Lean and Six Sigma in Sales

Lean and Six Sigma were originally used in manufacturing, but have become more and more prevalent in the business world.  Both methodologies are used to optimize processes, but in different ways.  Six Sigma is focused on reducing variation and defects, leading to improved yields.  This problem-solving approach uses statistical tools to gain insights and drive process improvements.  Lean methodology is focused on improving workflow by minimizing waste.  Simply put, Lean is about creating more value using fewer resources, focusing strongly on continuous improvement. 

Lean and Six Sigma’s growing popularity in business is because they are actionable ways to produce better results.  Regardless of the industry, service, or product, there is waste in business processes and room to reduce variation from these processes.  By using Lean and Six Sigma, companies are able to reduce waste, optimize processes, and effectively measure key performance indicators every step of the way.

We extract the most useful principles of Lean and Six Sigma to drive our Revenue Factory.  Here are some ways we’ve implemented them:

Six Sigma

As mentioned above, Six Sigma focuses on reducing variation and defects to drive improved process yields.  One cornerstone of our process is Six Sigma’s DMAIC model.  DMAIC stands for Define, Measure, Analyze, Improve, and Control, and it is a way to use data to improve, optimize, and stabilize business processes.  The steps are outlined below:

Define: First the problem is defined, making sure that everyone knows their role and the purpose of the process.

Measure: This is a data-collection stage used to establish baselines as the basis for improvement. 

Analyze: This step is used to identify, validate, and select the root cause(s) of the problem for elimination.  A plan is created to measure data related to the root causes and find out how much each one contributes to the problem.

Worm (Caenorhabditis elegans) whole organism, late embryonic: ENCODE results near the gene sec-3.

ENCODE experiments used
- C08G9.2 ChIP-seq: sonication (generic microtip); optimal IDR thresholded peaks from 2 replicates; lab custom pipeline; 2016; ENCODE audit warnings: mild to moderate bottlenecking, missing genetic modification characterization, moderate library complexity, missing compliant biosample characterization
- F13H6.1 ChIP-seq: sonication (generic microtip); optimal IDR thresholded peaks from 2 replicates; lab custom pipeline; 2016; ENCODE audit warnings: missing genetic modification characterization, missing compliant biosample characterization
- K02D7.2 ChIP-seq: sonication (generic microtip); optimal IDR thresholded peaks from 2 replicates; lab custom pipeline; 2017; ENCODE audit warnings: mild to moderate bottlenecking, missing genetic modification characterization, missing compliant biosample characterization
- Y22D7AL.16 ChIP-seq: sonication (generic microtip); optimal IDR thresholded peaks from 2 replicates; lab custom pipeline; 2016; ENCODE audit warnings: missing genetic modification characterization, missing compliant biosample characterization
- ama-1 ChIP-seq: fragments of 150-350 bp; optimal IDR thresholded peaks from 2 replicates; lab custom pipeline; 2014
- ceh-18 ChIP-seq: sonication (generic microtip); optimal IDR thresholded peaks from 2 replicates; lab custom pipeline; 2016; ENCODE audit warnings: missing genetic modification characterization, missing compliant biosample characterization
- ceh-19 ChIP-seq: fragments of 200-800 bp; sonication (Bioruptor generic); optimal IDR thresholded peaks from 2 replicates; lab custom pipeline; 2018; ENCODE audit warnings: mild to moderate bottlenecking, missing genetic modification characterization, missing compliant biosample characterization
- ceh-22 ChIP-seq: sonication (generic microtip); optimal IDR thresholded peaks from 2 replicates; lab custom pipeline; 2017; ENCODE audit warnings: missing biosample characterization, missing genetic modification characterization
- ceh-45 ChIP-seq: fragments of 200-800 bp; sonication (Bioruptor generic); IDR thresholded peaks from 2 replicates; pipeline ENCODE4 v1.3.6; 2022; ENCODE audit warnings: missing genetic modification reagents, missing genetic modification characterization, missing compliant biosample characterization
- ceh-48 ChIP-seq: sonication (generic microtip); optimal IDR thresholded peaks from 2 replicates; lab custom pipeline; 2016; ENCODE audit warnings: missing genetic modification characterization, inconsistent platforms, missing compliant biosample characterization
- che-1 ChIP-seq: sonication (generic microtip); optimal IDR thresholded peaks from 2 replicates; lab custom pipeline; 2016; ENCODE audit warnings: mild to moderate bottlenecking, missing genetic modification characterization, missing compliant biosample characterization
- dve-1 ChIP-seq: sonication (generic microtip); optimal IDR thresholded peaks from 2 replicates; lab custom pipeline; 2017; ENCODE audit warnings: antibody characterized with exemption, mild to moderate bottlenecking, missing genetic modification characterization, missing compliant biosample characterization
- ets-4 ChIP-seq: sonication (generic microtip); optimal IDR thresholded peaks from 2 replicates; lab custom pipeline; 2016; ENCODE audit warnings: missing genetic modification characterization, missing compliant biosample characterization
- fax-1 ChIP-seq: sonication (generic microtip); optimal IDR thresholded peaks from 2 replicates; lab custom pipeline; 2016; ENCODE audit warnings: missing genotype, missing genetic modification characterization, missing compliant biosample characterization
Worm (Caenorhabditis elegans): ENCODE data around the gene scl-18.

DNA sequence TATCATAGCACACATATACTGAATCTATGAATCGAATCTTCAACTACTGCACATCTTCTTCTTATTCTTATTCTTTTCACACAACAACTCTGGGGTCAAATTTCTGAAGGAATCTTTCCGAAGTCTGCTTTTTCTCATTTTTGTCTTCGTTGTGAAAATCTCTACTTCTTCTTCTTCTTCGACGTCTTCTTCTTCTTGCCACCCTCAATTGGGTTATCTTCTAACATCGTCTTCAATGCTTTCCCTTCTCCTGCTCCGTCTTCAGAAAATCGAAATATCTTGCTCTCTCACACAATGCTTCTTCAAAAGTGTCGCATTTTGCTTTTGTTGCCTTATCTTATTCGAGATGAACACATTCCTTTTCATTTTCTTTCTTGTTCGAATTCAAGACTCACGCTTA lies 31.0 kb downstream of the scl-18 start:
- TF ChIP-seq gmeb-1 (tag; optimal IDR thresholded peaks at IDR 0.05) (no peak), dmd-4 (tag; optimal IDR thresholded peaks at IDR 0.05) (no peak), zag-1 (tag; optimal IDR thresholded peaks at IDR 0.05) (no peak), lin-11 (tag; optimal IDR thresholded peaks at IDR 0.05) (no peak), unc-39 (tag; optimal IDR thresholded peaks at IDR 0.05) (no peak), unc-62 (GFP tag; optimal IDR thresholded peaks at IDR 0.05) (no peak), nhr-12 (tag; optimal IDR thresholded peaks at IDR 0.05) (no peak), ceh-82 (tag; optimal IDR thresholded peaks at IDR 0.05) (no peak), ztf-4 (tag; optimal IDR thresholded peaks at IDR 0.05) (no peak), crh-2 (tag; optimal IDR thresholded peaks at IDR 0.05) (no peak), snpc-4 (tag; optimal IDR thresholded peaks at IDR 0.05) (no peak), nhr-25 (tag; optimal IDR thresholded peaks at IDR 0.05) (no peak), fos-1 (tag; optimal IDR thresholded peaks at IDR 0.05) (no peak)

Improve: In this step, the solutions are implemented to solve each root cause that contributes to the problem. 

Control: After a solution is implemented, a control plan is put in place to sustain the process and ensure consistent gains.

Lastly, the performance metrics decided upon in the “measure” step will be compared to the metrics at the end of the DMAIC process to objectively determine whether there was improvement.

We have seen the effectiveness of this process firsthand to increase conversions through better messaging and increase CRM database efficiency.


Lean improves workflow by minimizing waste.  According to Lean methodology, waste comes in 3 forms:

Mura – waste due to uneven workloads

Muri – waste created through overburdening people, equipment, or the system

Muda – an overarching label that covers 7 categories of waste, including waiting, overproduction, and overprocessing.

We use this to pinpoint waste and work on improving it.  In an example analysis we performed, we realized that conversion rates were very good when speaking with decision makers, but the total number of calls necessary to speak to a decision maker was high.  This was the overprocessing category of muda.  In order to overcome this, we needed to figure out what concrete steps were necessary to maximize time spent speaking to decision makers and minimize time spent on other actions.  We were able to combine these insights from Lean with the DMAIC framework to concretely define the problem, decided on metrics to base improvement on, analyze possible solutions, implement them, and measure progress.

Also, inherent in Lean is the concept of continuous improvement.  This principle weaves through all of VizQuest and is what keeps our Revenue Factory’s metaphorical machines sharp and polished.  It is imperative that a company constantly looks for ways to improve, reduce waste, and become more efficient.

Lean and Six Sigma are an integral part of optimizing a sales force and one of the key factors of our proprietary revenue factory.  Increasing process yields and minimizing waste, with the concept of continuous improvement in mind, are concepts that all companies should be cognizant of, and something we pride ourselves in implementing as central tenets of our methodology.

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